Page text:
Dr. Raifman?s long-term career development goal is to become an independent researcher working to reduce sexual minority health disparities with a focus on reducing the burden of HIV among men who have sex with men (MSM). MSM in the United States have a lifetime risk of human immunodeficiency virus (HIV) nearly 80 times that of men who have sex with women, but just 4% reported using pre-exposure prophylaxis (PrEP) to prevent HIV in 2014. Structural stigma based on sexual orientation may contribute to slow PrEP uptake. Dr. Raifman will evaluate the role of structural stigma in MSM PrEP awareness and uptake and will develop and refine a clinic-level intervention to reduce structural stigma and improve PrEP uptake. She has the following research aims: (1) Assess state-level structural stigma and PrEP awareness and uptake among MSM through a difference-in-differences analysis; (2) Assess the relationship between sexual minority stigma in healthcare settings and PrEP awareness and uptake, and whether stigma in healthcare setting mediates any relationship between state-level stigma and PrEP awareness and uptake; and (3) Develop and refine a PrEP and structural stigma intervention for primary care settings. Dr. Raifman will use Centers for Disease Control and Prevention repeated cross-sectional National HIV Behavioral Surveillance Data collected from MSM in 21 cities and national Internet survey data from MSM collected by Fenway Health in 2013. She will also conduct qualitative interviews with clinic administrators, primary care providers, and MSM patients in Massachusetts and Georgia, states with differing levels of disparities in MSM health. The proposed research builds upon Dr. Raifman?s prior research on the health effects of structural stigma affecting sexual minorities, on HIV prevention and PrEP implementation, and on HIV treatment and care. She will pursue the following K01 training aims to prepare her for the proposed research and for her career goals: (1) Acquire training on health and social policymaking in the US; (2) Acquire high-level training in statistical methods for causal mediation analysis to evaluate different levels of stigma; (3) Acquire training on developing and evaluating multi-component, clinical interventions; and (4) Acquire training in health informatics in order to integrate interventions into electronic medical records. To achieve these training goals, Dr. Raifman has assembled a mentorship team lead by Dr. Michael Stein, the chair of Health Law, Policy, and Management at Boston University School of Public Health (BUSPH); Dr. Kenneth Mayer, Medical Director of Fenway Health; Dr. Colleen Barry, the Julie and Fred Soper Professor and Chair of Health Policy and Management at Johns Hopkins; and Dr. Debbie Cheng, BUSPH Professor of Biostatistics. Dr. Raifman?s training will prepare her to achieve her long-term career goal of becoming an independent investigator reducing the disproportionate burden of HIV and other health disparities among sexual minorities.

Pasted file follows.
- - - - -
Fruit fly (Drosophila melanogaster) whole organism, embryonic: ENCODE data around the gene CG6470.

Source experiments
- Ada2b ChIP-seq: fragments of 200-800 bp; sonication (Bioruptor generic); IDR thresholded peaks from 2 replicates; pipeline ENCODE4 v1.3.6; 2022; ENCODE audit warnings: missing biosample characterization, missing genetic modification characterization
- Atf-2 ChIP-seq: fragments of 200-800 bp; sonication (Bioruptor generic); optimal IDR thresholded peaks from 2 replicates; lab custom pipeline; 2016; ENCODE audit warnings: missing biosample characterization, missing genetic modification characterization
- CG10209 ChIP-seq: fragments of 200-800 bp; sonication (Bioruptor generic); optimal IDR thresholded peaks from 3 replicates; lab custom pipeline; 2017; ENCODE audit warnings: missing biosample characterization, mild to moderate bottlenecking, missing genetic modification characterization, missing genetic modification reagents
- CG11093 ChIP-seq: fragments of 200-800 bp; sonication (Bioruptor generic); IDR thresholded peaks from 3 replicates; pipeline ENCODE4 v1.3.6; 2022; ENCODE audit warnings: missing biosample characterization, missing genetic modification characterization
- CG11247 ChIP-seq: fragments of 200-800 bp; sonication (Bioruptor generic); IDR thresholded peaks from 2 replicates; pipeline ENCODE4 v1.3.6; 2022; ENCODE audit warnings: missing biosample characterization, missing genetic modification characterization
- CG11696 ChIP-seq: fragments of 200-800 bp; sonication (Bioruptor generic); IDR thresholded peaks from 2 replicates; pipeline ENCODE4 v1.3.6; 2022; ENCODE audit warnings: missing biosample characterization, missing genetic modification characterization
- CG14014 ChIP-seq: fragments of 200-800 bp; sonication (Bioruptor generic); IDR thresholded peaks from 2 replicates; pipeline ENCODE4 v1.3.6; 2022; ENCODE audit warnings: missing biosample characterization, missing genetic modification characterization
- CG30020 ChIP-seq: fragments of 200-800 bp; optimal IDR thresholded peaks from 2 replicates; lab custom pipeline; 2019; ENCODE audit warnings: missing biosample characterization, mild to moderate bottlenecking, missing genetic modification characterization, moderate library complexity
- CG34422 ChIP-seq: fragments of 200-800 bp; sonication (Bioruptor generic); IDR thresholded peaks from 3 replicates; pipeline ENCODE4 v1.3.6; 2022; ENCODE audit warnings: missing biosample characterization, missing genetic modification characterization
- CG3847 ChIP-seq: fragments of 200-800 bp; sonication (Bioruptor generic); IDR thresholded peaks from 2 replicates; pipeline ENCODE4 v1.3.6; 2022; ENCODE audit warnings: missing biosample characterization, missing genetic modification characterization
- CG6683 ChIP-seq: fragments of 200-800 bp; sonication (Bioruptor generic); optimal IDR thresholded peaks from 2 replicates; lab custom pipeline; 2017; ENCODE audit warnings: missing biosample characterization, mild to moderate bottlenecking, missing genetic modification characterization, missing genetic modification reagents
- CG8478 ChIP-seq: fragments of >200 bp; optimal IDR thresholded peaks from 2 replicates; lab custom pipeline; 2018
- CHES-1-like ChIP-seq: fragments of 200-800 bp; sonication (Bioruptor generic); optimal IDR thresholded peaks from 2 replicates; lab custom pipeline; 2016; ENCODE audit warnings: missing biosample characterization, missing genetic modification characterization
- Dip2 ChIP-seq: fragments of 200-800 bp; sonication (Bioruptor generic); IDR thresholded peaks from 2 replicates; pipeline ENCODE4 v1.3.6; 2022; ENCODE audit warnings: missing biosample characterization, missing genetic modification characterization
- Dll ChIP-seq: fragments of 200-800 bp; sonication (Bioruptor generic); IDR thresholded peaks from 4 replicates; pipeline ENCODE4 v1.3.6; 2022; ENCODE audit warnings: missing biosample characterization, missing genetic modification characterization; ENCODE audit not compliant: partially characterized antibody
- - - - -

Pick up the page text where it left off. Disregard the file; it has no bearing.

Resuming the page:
Men who have sex with men (MSM) in the United States have nearly 80 times the lifetime HIV risk of men who have sex with women. Dr. Raifman will train in policymaking, in statistical methods for mediation analysis, in intervention development, and in health informatics to prepare her to complete her research aims and for a career as an independent investigator focused on reducing the disproportionate burden of HIV other health disparities among sexual minorities. In the proposed research aims, Dr. Raifman will investigate whether state- and clinic-level structural stigma affecting sexual minorities is associated with HIV pre-exposure prophylaxis (PrEP) awareness and uptake among MSM and develop and refine a clinic-level intervention to reduce structural stigma and improve MSM PrEP uptake.